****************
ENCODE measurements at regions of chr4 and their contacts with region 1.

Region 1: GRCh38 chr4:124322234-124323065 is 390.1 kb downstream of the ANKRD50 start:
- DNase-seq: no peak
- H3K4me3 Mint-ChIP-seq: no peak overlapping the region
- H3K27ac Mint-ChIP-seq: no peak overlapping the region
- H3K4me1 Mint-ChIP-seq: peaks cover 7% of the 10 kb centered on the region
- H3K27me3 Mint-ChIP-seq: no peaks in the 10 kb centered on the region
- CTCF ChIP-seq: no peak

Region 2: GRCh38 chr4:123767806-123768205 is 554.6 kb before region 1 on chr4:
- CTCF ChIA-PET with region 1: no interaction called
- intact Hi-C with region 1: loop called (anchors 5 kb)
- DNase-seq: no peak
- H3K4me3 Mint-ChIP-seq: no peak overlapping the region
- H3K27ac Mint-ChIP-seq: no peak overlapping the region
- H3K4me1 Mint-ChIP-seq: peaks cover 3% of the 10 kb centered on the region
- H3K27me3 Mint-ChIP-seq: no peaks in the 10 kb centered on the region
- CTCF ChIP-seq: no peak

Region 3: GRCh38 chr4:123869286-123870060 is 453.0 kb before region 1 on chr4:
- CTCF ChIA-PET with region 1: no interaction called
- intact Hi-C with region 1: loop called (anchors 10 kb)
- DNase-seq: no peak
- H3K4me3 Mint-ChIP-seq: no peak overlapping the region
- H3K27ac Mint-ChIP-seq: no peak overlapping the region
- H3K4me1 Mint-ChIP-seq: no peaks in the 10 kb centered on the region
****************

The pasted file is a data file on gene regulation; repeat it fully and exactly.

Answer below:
ENCODE measurements at regions of chr4 and their contacts with region 1.

Region 1: GRCh38 chr4:124322234-124323065 is 390.1 kb downstream of the ANKRD50 start:
- DNase-seq: no peak
- H3K4me3 Mint-ChIP-seq: no peak overlapping the region
- H3K27ac Mint-ChIP-seq: no peak overlapping the region
- H3K4me1 Mint-ChIP-seq: peaks cover 7% of the 10 kb centered on the region
- H3K27me3 Mint-ChIP-seq: no peaks in the 10 kb centered on the region
- CTCF ChIP-seq: no peak

Region 2: GRCh38 chr4:123767806-123768205 is 554.6 kb before region 1 on chr4:
- CTCF ChIA-PET with region 1: no interaction called
- intact Hi-C with region 1: loop called (anchors 5 kb)
- DNase-seq: no peak
- H3K4me3 Mint-ChIP-seq: no peak overlapping the region
- H3K27ac Mint-ChIP-seq: no peak overlapping the region
- H3K4me1 Mint-ChIP-seq: peaks cover 3% of the 10 kb centered on the region
- H3K27me3 Mint-ChIP-seq: no peaks in the 10 kb centered on the region
- CTCF ChIP-seq: no peak

Region 3: GRCh38 chr4:123869286-123870060 is 453.0 kb before region 1 on chr4:
- CTCF ChIA-PET with region 1: no interaction called
- intact Hi-C with region 1: loop called (anchors 10 kb)
- DNase-seq: no peak
- H3K4me3 Mint-ChIP-seq: no peak overlapping the region
- H3K27ac Mint-ChIP-seq: no peak overlapping the region
- H3K4me1 Mint-ChIP-seq: no peaks in the 10 kb centered on the region